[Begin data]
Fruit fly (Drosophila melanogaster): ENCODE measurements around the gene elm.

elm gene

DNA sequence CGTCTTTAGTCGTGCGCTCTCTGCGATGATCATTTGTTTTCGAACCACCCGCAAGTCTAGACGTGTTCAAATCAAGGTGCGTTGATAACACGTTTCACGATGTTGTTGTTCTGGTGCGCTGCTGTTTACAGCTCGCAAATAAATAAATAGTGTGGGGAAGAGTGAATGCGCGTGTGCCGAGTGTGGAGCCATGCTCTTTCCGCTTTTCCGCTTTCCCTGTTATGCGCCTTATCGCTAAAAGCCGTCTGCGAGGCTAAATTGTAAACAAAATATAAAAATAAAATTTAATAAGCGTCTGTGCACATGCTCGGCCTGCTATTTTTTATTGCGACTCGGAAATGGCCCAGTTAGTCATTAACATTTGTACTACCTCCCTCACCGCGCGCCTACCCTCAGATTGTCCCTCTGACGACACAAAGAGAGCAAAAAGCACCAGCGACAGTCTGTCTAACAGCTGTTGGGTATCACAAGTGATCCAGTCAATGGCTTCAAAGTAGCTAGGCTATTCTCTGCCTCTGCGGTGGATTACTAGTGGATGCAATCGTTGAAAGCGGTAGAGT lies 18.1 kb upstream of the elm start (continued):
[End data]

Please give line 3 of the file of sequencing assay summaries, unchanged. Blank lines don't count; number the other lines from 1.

DNA sequence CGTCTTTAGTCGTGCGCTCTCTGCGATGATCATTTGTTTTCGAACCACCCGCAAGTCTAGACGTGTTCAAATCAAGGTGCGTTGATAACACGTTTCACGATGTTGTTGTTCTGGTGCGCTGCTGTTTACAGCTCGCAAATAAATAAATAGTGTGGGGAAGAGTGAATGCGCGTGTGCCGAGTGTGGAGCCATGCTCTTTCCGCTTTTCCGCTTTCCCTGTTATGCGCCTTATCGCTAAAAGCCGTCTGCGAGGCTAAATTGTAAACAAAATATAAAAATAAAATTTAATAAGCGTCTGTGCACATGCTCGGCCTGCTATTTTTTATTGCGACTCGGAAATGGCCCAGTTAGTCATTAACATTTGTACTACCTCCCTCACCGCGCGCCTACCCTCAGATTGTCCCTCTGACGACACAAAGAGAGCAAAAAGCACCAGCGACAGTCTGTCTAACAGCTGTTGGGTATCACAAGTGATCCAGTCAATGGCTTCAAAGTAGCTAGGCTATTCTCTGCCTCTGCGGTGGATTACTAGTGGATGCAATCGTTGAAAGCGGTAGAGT lies 18.1 kb upstream of the elm start (continued):